Pakistan came here under a cloud after a pay dispute, but were a united side under the captaincy of Mushtaq. The tour began controversially when the team manager, one Colonel Shuja, publicly excoriated Australians, particularly the national cricket team, calling them “uneducated.”

Jeff Thomson was ruled out of the series when Fate once again targeted his right shoulder (the first time was a tennis mishap in 1974-75), this time orchestrating a collision with his teammate Alan Turner in Adelaide as they both ran for a catch. It allowed Pakistan to get away with a tight draw.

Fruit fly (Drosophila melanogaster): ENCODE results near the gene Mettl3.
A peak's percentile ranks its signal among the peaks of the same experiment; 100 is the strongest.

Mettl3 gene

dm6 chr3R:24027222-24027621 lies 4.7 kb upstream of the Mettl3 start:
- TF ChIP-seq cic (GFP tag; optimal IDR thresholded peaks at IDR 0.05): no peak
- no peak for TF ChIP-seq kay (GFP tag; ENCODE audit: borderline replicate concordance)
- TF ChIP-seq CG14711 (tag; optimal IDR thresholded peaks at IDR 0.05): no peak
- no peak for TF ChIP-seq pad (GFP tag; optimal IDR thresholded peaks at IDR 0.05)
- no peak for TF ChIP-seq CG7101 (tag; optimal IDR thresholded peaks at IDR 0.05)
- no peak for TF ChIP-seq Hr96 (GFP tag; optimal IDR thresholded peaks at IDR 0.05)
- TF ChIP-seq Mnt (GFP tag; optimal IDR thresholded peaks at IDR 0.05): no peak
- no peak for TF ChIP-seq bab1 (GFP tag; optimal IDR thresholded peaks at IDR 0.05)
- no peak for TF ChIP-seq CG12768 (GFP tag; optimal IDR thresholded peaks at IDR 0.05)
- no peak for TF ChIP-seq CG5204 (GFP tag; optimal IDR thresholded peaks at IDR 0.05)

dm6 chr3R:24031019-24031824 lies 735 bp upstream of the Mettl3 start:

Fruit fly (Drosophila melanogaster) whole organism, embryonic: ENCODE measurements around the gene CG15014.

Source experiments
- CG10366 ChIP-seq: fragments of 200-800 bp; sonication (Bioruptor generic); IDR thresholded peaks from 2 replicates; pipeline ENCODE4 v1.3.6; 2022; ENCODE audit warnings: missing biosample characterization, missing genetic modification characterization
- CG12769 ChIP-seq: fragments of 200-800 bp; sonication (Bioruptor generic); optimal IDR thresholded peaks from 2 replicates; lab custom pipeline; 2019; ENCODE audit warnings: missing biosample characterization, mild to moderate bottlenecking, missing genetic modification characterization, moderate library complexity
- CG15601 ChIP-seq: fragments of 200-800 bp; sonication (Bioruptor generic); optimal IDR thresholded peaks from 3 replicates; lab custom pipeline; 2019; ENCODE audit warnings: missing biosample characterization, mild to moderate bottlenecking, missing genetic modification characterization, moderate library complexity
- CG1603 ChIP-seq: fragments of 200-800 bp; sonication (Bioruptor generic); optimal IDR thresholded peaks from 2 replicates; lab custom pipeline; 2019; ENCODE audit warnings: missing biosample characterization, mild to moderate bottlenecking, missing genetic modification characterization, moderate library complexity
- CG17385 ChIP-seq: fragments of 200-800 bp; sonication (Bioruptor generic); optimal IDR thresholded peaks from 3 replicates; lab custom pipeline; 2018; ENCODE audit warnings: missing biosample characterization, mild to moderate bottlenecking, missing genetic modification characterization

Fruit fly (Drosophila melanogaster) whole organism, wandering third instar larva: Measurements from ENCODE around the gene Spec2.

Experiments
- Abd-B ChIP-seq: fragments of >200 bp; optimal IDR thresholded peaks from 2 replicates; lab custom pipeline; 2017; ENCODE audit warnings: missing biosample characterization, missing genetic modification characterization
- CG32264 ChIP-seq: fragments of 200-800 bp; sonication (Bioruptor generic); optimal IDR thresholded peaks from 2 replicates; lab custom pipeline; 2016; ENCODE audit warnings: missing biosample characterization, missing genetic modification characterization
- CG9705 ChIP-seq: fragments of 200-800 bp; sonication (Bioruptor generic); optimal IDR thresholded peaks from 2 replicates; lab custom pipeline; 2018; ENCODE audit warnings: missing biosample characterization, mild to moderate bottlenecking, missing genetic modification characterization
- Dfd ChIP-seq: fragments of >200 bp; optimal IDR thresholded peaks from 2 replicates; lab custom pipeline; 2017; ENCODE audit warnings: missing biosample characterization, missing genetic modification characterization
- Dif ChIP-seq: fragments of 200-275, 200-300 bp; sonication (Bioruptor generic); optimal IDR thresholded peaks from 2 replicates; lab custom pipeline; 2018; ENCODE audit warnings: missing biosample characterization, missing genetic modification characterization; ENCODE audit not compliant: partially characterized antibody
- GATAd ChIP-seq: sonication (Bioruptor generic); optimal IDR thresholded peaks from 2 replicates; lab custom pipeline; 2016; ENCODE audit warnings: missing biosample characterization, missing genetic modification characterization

The Aussies took the lead in Melbourne when Pakistan succumbed to a Lillee 10-wicket onslaught (Lillee always seemed anger it up a notch against Pakistan). But Sydney saw the emergence of Imran Khan. Like Richard Hadlee around the same time, Imran transformed himself from handy seamer to hostile quick, virtually overnight. Etched in our memories is the series of bouncers he bowled to Rod Marsh.

They soared over the Aussie ‘keeper’s head and he barely bothered to duck, applauding, hand-on-bat, sarcastically instead. The young Pathan tiger was making a statement. Partnering Sarfraz in a savage display from both fast men, Imran took 12 wickets for the match.

The public hated seeing their team lose, but appreciated the sight of Imran in full-flight and he became a fan favourite in Australia. The Pakistan side won the respect of the public as well, and a series against them was eagerly anticipated from that day forth.